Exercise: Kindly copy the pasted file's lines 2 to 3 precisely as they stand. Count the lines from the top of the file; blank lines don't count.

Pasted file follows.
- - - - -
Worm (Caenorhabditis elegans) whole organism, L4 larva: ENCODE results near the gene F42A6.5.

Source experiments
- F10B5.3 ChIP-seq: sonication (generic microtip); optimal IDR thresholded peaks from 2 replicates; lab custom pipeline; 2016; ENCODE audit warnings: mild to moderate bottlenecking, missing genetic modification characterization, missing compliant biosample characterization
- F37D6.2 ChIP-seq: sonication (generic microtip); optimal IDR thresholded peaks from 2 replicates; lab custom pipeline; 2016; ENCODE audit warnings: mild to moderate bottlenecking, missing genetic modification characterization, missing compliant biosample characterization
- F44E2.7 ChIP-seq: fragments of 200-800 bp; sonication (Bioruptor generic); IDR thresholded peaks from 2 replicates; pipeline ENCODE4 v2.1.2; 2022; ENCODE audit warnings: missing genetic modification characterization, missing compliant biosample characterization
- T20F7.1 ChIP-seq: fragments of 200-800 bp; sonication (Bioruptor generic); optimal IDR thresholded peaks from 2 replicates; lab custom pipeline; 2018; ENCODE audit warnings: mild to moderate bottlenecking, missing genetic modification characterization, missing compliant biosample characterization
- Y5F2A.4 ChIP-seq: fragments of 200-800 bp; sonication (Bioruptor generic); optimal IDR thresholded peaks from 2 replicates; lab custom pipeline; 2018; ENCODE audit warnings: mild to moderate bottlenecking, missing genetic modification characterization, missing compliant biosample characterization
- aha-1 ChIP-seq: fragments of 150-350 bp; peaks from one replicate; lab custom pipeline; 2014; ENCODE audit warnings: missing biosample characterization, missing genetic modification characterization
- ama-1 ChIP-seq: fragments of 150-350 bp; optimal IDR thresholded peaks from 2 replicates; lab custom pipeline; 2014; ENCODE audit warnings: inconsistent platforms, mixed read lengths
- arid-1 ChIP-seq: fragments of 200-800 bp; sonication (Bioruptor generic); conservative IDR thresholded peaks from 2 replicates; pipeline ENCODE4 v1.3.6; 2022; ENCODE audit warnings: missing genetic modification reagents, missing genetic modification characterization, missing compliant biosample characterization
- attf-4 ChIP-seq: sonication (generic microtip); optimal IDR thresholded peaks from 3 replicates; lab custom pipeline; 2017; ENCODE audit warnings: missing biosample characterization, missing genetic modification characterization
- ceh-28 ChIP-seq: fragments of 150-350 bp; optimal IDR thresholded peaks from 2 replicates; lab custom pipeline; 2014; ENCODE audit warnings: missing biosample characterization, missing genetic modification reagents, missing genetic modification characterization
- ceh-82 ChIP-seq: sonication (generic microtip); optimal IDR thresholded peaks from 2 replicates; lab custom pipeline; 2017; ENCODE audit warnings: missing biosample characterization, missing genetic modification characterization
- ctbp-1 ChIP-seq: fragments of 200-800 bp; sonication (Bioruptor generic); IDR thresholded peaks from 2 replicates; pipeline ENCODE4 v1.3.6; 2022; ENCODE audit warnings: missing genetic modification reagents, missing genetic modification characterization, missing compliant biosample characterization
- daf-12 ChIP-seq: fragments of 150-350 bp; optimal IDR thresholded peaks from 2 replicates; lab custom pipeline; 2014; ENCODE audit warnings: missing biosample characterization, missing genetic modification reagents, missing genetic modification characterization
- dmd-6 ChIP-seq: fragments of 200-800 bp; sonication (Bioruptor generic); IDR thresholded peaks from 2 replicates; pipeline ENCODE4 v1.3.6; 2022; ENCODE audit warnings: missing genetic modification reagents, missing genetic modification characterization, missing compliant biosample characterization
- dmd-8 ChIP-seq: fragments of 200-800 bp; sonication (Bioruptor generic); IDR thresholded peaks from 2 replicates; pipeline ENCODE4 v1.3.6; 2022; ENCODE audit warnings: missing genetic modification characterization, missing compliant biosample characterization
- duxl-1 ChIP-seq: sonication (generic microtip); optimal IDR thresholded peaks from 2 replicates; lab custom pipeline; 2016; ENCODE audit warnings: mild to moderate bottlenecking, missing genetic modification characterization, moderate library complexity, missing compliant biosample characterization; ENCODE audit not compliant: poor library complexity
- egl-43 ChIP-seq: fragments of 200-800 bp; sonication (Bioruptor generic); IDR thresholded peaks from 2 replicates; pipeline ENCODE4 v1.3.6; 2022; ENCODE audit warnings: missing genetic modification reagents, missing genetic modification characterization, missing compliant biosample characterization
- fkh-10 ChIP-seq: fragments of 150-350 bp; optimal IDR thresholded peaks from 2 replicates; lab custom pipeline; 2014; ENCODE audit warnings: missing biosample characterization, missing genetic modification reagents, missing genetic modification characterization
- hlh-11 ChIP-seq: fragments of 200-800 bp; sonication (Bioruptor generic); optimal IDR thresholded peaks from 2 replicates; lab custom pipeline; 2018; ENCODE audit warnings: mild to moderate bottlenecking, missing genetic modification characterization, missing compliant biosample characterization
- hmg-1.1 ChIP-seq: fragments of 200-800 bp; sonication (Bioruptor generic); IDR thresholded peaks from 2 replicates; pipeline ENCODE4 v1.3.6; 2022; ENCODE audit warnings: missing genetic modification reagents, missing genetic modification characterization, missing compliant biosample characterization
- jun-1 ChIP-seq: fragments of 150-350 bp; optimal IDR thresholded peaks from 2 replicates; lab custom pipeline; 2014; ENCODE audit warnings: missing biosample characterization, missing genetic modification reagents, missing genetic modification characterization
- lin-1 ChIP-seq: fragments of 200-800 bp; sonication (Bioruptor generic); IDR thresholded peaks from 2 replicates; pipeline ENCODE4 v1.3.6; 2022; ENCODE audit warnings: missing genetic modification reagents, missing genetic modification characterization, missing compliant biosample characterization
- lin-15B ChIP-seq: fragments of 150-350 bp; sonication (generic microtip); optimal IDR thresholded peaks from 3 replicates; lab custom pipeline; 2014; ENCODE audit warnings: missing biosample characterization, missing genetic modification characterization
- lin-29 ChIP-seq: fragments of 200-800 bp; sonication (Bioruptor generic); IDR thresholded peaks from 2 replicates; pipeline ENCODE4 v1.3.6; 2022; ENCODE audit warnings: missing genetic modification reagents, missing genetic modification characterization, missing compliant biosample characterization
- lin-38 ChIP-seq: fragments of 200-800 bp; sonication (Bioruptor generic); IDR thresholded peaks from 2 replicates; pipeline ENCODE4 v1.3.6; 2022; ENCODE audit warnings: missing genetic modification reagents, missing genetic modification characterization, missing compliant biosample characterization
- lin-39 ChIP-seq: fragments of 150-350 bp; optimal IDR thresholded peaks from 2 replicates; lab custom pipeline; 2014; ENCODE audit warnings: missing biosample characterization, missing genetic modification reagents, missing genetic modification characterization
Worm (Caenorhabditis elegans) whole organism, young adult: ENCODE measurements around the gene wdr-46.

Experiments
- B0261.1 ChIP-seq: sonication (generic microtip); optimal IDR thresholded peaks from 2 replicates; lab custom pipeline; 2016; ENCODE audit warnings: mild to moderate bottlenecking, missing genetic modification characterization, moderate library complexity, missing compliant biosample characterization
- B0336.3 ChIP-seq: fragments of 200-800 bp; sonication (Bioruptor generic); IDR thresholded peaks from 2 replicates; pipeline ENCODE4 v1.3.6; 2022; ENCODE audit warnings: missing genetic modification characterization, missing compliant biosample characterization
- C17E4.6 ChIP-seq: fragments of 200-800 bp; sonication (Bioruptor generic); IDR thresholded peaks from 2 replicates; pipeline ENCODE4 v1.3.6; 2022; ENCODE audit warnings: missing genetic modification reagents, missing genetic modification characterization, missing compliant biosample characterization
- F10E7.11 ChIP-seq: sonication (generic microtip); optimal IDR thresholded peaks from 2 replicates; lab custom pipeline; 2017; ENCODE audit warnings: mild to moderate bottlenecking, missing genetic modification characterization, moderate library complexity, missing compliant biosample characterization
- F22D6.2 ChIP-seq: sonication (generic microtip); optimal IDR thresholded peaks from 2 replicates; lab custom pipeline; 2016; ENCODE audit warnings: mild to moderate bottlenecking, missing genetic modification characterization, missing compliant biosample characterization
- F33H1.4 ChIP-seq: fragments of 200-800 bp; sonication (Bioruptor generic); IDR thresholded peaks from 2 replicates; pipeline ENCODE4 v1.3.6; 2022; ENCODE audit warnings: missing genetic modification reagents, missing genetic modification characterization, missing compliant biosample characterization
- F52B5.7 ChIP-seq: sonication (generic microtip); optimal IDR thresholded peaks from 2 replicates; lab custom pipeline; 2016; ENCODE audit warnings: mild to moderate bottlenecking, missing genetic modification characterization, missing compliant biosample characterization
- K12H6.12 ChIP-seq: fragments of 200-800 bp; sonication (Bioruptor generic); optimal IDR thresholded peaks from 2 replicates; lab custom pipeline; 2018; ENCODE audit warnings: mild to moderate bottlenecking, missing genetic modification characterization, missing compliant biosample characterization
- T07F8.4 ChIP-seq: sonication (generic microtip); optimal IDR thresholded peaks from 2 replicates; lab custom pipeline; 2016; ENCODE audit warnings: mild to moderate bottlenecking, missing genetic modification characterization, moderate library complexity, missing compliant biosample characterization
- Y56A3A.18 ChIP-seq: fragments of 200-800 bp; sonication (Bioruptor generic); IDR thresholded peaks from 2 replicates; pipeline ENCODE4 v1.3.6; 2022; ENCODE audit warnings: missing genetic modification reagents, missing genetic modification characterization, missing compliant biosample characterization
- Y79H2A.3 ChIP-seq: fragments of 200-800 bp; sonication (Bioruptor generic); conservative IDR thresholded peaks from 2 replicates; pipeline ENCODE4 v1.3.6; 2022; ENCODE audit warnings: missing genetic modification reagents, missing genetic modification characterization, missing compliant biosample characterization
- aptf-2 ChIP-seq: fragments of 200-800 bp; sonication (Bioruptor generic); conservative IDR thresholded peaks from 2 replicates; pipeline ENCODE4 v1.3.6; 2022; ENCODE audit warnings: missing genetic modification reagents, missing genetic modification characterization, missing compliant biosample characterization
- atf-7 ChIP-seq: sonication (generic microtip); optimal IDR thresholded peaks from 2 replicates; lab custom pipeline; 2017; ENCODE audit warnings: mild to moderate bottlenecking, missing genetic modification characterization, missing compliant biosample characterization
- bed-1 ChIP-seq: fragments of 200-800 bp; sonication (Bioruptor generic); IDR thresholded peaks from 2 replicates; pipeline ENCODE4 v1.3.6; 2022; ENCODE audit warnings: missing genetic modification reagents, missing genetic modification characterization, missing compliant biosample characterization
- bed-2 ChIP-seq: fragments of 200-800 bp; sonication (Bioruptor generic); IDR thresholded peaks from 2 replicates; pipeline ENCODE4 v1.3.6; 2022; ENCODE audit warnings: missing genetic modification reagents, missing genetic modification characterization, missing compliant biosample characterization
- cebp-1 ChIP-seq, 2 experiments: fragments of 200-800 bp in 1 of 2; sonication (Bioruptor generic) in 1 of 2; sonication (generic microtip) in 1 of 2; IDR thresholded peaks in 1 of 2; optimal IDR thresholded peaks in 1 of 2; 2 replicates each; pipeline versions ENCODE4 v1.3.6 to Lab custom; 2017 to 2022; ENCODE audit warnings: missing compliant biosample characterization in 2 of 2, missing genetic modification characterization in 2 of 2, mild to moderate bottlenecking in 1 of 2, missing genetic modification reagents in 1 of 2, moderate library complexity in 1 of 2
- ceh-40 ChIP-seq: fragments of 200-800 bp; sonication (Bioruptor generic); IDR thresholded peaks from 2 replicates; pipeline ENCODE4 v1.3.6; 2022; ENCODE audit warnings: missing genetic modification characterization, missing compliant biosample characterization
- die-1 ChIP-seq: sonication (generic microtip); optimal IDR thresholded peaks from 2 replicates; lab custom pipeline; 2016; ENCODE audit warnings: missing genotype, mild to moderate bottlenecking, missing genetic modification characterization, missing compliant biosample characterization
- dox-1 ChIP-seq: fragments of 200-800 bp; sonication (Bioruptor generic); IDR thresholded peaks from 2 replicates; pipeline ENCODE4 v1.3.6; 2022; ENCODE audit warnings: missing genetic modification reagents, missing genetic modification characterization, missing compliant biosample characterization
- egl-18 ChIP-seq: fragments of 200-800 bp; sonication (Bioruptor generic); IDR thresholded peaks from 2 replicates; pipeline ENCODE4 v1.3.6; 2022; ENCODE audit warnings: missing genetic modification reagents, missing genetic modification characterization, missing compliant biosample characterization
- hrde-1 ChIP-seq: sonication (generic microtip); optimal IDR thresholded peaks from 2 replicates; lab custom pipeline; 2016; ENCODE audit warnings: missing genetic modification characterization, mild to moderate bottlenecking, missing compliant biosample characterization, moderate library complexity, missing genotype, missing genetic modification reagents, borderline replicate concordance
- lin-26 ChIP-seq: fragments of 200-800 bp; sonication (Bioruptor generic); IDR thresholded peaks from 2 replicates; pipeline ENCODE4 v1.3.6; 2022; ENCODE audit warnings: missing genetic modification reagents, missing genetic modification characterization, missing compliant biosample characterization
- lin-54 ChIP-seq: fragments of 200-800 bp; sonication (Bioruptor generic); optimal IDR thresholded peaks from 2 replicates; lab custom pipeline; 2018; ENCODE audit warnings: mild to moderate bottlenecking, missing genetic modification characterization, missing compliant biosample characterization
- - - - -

Source experiments
- F10B5.3 ChIP-seq: sonication (generic microtip); optimal IDR thresholded peaks from 2 replicates; lab custom pipeline; 2016; ENCODE audit warnings: mild to moderate bottlenecking, missing genetic modification characterization, missing compliant biosample characterization